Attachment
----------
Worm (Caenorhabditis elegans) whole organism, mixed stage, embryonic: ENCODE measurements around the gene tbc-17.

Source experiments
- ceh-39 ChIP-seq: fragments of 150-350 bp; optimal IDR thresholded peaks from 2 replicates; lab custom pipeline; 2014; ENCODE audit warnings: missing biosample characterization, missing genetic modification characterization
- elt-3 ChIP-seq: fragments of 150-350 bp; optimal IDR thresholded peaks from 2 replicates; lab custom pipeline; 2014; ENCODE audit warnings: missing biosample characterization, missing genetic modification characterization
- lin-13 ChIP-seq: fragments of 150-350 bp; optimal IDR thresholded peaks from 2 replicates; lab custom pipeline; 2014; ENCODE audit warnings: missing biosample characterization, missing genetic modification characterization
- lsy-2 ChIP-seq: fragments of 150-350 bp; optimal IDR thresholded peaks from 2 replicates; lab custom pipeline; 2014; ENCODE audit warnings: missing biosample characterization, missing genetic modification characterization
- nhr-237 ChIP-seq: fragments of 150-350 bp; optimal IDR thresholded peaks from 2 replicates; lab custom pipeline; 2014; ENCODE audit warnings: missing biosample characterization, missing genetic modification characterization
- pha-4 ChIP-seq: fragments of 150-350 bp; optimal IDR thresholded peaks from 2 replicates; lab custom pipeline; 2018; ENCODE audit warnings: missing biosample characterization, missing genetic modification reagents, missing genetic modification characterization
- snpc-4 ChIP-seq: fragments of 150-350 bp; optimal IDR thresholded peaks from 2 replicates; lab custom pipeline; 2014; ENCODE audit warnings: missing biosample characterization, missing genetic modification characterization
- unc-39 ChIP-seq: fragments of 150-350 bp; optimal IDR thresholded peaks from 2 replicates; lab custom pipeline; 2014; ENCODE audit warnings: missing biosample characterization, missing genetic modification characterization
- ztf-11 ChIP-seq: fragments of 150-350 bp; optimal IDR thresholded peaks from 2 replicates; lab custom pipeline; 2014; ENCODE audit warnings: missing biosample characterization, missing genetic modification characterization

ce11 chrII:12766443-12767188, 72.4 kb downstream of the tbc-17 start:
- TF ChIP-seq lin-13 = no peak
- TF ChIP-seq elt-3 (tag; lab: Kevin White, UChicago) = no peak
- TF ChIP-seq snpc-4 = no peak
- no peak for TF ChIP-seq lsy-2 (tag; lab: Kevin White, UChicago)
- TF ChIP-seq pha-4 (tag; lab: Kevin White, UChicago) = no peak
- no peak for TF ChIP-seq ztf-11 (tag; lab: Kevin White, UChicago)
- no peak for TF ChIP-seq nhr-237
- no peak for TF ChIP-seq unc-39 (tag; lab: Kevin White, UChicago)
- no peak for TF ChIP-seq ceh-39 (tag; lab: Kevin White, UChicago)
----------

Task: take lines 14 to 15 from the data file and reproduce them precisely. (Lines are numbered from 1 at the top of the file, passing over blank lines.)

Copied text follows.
- TF ChIP-seq elt-3 (tag; lab: Kevin White, UChicago) = no peak
- TF ChIP-seq snpc-4 = no peak